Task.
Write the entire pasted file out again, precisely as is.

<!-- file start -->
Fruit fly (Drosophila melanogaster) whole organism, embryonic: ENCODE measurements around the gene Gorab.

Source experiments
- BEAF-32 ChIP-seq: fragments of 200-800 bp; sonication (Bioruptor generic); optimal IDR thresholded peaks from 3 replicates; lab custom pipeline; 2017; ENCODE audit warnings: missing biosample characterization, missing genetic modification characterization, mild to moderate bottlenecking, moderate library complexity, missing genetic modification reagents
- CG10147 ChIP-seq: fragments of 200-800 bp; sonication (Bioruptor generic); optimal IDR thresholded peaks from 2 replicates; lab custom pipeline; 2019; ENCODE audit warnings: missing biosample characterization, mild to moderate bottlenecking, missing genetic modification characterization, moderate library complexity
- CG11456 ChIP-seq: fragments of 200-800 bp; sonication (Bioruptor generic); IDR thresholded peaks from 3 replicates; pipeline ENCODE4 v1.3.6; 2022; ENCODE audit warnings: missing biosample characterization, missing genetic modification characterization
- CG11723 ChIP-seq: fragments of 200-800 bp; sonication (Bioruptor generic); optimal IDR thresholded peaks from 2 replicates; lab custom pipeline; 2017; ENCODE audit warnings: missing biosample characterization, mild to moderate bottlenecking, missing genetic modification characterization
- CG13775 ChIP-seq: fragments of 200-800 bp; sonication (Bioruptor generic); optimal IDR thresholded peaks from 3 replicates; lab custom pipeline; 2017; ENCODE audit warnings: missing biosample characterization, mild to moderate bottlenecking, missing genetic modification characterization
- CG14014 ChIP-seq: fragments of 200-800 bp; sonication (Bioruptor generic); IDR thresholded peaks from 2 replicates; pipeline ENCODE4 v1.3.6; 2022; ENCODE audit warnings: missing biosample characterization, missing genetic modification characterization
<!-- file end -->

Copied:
Fruit fly (Drosophila melanogaster) whole organism, embryonic: ENCODE measurements around the gene Gorab.

Source experiments
- BEAF-32 ChIP-seq: fragments of 200-800 bp; sonication (Bioruptor generic); optimal IDR thresholded peaks from 3 replicates; lab custom pipeline; 2017; ENCODE audit warnings: missing biosample characterization, missing genetic modification characterization, mild to moderate bottlenecking, moderate library complexity, missing genetic modification reagents
- CG10147 ChIP-seq: fragments of 200-800 bp; sonication (Bioruptor generic); optimal IDR thresholded peaks from 2 replicates; lab custom pipeline; 2019; ENCODE audit warnings: missing biosample characterization, mild to moderate bottlenecking, missing genetic modification characterization, moderate library complexity
- CG11456 ChIP-seq: fragments of 200-800 bp; sonication (Bioruptor generic); IDR thresholded peaks from 3 replicates; pipeline ENCODE4 v1.3.6; 2022; ENCODE audit warnings: missing biosample characterization, missing genetic modification characterization
- CG11723 ChIP-seq: fragments of 200-800 bp; sonication (Bioruptor generic); optimal IDR thresholded peaks from 2 replicates; lab custom pipeline; 2017; ENCODE audit warnings: missing biosample characterization, mild to moderate bottlenecking, missing genetic modification characterization
- CG13775 ChIP-seq: fragments of 200-800 bp; sonication (Bioruptor generic); optimal IDR thresholded peaks from 3 replicates; lab custom pipeline; 2017; ENCODE audit warnings: missing biosample characterization, mild to moderate bottlenecking, missing genetic modification characterization
- CG14014 ChIP-seq: fragments of 200-800 bp; sonication (Bioruptor generic); IDR thresholded peaks from 2 replicates; pipeline ENCODE4 v1.3.6; 2022; ENCODE audit warnings: missing biosample characterization, missing genetic modification characterization